In last week’s column, I discussed the importance of staff meetings and how they can easily bore you to tears in the process. Then I went on to describe the first four of my 10 suggestions on how to make your staff meetings more interesting, informative and maybe a little bit fun.

In last week’s column, I discussed the importance of staff meetings and how they can easily bore you to tears in the process. Then I went on to describe the first four of my 10 suggestions on how to make your staff meetings more interesting, informative and maybe a little bit fun.

In this week’s column, I’d like to continue on last week’s theme and give you suggestions five through 10.

5. Company executive visits

Asking internal executives from other parts of your company to speak at your staff meetings has a number of great benefits. First, it gives your staff the chance to learn what’s going on in different parts of the company. Second, it provides a forum for your staff to meet and ask questions of senior company leaders. These questions could be about company growth, clients, policies and other company-oriented topics. This deeper understanding of the company in general, can, in turn, help your department better understand its role within the company and thus provide better internal service.

Another advantage of inviting senior company leaders to your staff meetings is that it gives you a reason to contact them under the best possible circumstances. You are, in effect, calling them to say that you think they are very important to the company and have interesting things to say. From a political perspective, this gives you a chance to gain favor with these executives which may be of advantage to you at a future time.

6. Client/customer stories

People who work in internal functions — such as information technology (IT), human resources (HR) and finance — of large companies very often never see or hear about the company’s actual clients. If you work in one of these types of functions it’s easy to forget about what your company does and what services it provides to its paying customers. Asking someone from the sales or client service group to speak at your staff meeting can bring real meaning as to what your company does and the role your department plays in your company’s product offerings. As an example, if you work within IT supporting the hospital’s patient records, having a nurse tell your group a story about how an analysis feature in the software saved the life of a patient can bring a feeling of great purpose to your department’s work.

7. Virtual pizza

If you manage a virtual team, all of which are in the same time zone, say in Boston, New York, Washington, D.C., and Miami, Fla., have a noon-time staff meeting and order Domino’s pizza for all four locations. Then, strike up a conversation on the conference call about who likes which type of the pizza the best. Not only does it bring a non-business shared experience to the group, which increases team cohesion, but everyone is getting free pizza!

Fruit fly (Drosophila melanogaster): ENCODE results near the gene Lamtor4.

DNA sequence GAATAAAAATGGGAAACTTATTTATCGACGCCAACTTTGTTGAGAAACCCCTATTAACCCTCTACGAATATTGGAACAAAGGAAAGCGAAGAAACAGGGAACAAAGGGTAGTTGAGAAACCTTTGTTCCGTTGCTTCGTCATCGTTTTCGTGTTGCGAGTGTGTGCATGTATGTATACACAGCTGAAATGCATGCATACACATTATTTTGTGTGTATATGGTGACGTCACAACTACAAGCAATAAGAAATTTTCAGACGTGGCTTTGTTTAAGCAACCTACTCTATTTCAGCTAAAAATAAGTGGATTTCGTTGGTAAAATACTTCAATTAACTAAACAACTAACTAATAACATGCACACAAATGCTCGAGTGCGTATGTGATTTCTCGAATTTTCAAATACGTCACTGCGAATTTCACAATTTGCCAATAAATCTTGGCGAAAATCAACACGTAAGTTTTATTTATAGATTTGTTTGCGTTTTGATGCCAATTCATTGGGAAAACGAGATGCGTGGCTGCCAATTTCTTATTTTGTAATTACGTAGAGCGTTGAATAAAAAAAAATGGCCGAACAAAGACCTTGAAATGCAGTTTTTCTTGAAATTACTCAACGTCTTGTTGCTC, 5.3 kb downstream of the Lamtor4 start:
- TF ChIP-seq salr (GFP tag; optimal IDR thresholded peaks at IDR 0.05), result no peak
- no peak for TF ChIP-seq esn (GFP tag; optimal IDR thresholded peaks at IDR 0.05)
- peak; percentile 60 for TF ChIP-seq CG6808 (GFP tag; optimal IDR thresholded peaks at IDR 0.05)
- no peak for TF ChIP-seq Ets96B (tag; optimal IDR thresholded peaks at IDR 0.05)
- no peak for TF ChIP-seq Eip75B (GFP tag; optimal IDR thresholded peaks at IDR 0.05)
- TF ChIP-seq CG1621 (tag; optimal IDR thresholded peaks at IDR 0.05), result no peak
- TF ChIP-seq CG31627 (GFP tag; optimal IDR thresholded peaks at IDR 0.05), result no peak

8. Foods of the world

In the second food example, say you have offices in Boston and London, have a joint staff meeting that’s approximately lunch time in Boston and dinner time in London. Then, from a food perspective, serve Boston type food in London and London type food in Boston. For example, in Boston serve fish and chips and in London serve New England clam chowder and lobster. This not only gives a great opportunity for discussion between the groups, but it’s also a learning opportunity to gain knowledge on each other’s culture.

9. Product presentations

These are presentations of your company’s products and services made by a company salesperson or marketing person. The concept here is that it’s of value for everyone working within a company to understand the company’s products. This knowledge can help your department better understand its role in the company, help understand how your company competes with its competition, and increase the sense of pride and loyalty that your team has toward the company in general.

10. Rotating leader

The rotating leader concept is that a different member runs the meeting each week. The advantage of this approach is threefold. First, it adds variety to your staff meetings because someone different is leading each meeting. Second, it gives each team member experience running meetings. Lastly, it provides you, as their manager, the opportunity to observe and evaluate your staff’s ability to run a meeting and lead their peers.

The primary advice and takeaways from today’s column is to know that:

* You can expand your team’s knowledge about your company via company executive visits, client/customer stories, and demos of your company’s products.

* You can enhance your department’s cohesiveness and teamwork by providing different types of food at your staff meetings.

* Rotating the leader of your staff meeting, helps your team grow by given them experience leading a group.

Until next time, work hard, work smart, manage well and continue to build your professional brand.

Eric P. Bloom is the president and founder of Manager Mechanics LLC, a management training company specializing in information technology leadership and is the governing organization of the ITMLP and ITMLE certifications. He is also a keynote speaker, nationally syndicated columnist, and author of the books “The CIO’s Guide to Staff Needs, Growth, and Productivity,” “Your IT Career: Get Noticed, Get Promoted, and Build Your Professional Brand” and “52 Great Management Tips.” Contact him at eric@ManagerMechanics.com, follow him on Twitter at @EricPBloom or visit www.ManagerMechanics.com.